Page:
e - The military budget in the US is totally obscene. Just a small fraction of it could provide a Rolls-Royce health service for every citizen.

secret agent woman said...

I don't understand this, but Quaker that I am, I am deeply opposed to war as a solution to problems, economic or political.

(A note to Baino's cynical friend - Hasn't pretty much every Republican president been involved in a war, too?)

Nick said...

Secret Agent - I agree, war seldom solves a problem and usually it makes the problem worse. As well as soaking up huge sums of money that should be going to hard-pressed public services.

heartinsanfrancisco said...

I have the same questions about my country's involvement in this huge debacle, now added to all the other wars we're tending like marshmallows over a campfire. Meanwhile, we at home are making more sacrifices of basic services every week because all the money in the world is apparently needed to fight these wars, which no one can win. I adhere to the Quaker view as well, and wish that my country and all countries were run by them.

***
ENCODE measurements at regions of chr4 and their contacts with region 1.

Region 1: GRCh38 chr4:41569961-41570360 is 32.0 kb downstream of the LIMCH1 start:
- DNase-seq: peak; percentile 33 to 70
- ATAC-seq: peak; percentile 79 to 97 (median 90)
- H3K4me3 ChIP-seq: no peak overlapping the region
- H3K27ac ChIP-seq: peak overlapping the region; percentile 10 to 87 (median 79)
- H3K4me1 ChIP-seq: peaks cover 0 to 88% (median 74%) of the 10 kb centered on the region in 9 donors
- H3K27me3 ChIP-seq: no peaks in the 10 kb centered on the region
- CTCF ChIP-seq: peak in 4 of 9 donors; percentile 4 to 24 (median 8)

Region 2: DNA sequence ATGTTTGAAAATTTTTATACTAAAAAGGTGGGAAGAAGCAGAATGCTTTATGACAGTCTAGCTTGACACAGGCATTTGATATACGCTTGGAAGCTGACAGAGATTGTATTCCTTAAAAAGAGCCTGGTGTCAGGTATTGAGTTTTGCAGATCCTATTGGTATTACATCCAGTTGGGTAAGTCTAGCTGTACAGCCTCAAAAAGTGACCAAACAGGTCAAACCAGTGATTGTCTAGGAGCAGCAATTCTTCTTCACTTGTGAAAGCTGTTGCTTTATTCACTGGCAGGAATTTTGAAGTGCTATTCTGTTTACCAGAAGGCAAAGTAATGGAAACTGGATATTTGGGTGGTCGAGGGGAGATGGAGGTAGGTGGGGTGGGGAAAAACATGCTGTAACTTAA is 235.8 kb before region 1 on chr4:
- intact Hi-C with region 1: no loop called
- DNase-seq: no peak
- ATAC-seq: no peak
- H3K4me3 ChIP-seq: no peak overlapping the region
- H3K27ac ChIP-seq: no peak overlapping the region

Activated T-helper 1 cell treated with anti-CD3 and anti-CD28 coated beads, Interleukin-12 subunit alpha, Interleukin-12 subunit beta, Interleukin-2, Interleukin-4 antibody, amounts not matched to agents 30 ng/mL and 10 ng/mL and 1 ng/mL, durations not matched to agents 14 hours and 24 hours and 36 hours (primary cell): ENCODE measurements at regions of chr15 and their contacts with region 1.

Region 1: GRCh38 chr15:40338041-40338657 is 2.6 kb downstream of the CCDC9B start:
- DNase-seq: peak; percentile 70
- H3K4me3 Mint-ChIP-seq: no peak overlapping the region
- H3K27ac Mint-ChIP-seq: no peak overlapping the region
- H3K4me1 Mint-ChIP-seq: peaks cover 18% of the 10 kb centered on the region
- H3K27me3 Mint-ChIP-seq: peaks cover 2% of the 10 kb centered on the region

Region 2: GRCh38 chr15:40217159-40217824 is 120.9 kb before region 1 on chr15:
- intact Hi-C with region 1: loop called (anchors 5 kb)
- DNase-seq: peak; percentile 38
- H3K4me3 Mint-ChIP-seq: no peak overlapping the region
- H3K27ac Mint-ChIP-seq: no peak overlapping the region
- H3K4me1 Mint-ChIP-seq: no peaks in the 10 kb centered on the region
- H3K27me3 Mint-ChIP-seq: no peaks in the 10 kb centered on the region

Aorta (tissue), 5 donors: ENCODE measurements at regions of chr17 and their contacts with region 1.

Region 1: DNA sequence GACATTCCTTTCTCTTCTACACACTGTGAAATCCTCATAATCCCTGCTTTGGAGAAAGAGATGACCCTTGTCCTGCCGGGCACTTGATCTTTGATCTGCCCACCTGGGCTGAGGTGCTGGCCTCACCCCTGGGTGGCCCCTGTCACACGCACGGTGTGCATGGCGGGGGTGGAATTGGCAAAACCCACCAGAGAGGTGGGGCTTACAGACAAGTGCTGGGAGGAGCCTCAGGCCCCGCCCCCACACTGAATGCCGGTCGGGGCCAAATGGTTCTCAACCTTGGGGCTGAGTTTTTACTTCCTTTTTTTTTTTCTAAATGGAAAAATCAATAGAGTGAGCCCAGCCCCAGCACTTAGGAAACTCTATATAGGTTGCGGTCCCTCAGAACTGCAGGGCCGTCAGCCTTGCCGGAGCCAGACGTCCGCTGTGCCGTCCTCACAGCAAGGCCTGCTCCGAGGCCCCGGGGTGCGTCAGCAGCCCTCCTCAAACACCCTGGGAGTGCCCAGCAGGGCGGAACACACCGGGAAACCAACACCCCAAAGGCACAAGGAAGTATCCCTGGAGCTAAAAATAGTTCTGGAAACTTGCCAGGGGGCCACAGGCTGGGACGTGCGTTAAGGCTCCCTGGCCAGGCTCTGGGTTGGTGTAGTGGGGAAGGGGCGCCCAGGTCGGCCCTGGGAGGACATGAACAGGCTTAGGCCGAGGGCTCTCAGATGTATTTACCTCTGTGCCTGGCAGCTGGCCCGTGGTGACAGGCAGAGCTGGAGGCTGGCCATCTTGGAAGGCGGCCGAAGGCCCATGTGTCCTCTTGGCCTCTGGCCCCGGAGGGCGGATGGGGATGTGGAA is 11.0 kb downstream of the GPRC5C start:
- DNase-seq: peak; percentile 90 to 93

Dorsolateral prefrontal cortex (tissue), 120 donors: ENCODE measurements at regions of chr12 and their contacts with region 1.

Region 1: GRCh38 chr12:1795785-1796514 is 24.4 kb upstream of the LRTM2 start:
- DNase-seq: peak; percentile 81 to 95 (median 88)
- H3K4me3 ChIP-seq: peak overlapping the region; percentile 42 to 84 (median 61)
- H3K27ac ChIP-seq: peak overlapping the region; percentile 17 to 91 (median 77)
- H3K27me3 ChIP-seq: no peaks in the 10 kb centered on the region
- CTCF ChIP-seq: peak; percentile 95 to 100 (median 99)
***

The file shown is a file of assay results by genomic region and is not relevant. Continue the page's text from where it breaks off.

Scarlet Blue said...

Actually, what is there to stop anyone from trying to rescure the residents of Manchester? This has also crossed my mind.
Sx

Terra Shield said...

I think the answer is a three letter word: OIL.

Eryl said...

I've actually stopped tuning into this now, there's nothing I can do about it. I guess the money comes from all the cuts to education, the arts, social services...

Rummuser said...

Oil politics Nick. We delude ourselves that we live in democracies. All so called democracies including the mother of all, are, in my opinion are run to protect the interests of big business. Or is that the delusion?

newjenny said...

I don't think the Manchester analogy holds, because our democratically elected government doesn't oppress the population in the way that Gaddafi's government does.

Nick said...

Heart - I've got a lot of time for the Quakers, having known a few. A Quaker-run country would be very different from the bellicose regimes we're surrounded with at present.